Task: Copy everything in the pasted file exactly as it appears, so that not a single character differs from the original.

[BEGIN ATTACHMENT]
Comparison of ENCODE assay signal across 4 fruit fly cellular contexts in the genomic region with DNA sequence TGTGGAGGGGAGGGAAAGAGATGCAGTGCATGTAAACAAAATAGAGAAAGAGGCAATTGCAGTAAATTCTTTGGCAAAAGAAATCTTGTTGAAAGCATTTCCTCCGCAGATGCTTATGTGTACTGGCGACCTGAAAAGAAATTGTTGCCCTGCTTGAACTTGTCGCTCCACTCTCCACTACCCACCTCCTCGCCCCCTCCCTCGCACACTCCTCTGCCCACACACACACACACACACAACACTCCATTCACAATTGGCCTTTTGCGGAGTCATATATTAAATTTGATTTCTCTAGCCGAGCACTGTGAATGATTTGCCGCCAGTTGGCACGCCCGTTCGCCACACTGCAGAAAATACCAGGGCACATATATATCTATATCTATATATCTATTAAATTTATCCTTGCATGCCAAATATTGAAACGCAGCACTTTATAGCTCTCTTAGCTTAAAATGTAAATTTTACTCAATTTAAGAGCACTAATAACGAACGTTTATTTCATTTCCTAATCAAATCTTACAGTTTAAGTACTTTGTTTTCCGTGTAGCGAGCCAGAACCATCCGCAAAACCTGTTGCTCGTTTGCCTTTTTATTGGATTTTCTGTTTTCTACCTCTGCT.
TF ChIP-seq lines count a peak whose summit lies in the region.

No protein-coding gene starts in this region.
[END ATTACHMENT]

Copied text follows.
Comparison of ENCODE assay signal across 4 fruit fly cellular contexts in the genomic region with DNA sequence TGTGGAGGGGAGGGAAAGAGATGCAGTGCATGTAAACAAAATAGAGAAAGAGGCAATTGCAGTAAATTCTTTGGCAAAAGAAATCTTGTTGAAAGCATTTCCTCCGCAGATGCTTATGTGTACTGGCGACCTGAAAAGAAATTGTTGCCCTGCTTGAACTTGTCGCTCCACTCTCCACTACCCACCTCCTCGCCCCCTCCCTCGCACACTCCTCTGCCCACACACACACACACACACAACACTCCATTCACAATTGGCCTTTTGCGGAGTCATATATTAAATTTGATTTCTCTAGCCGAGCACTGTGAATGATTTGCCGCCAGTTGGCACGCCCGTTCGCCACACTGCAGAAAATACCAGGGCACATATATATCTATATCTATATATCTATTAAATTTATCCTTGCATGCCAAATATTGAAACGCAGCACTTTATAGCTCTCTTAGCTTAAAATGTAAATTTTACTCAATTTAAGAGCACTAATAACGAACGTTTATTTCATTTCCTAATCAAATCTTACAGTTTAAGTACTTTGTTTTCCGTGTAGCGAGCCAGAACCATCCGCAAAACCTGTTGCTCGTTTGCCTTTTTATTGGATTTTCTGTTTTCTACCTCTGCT.
TF ChIP-seq lines count a peak whose summit lies in the region.

No protein-coding gene starts in this region.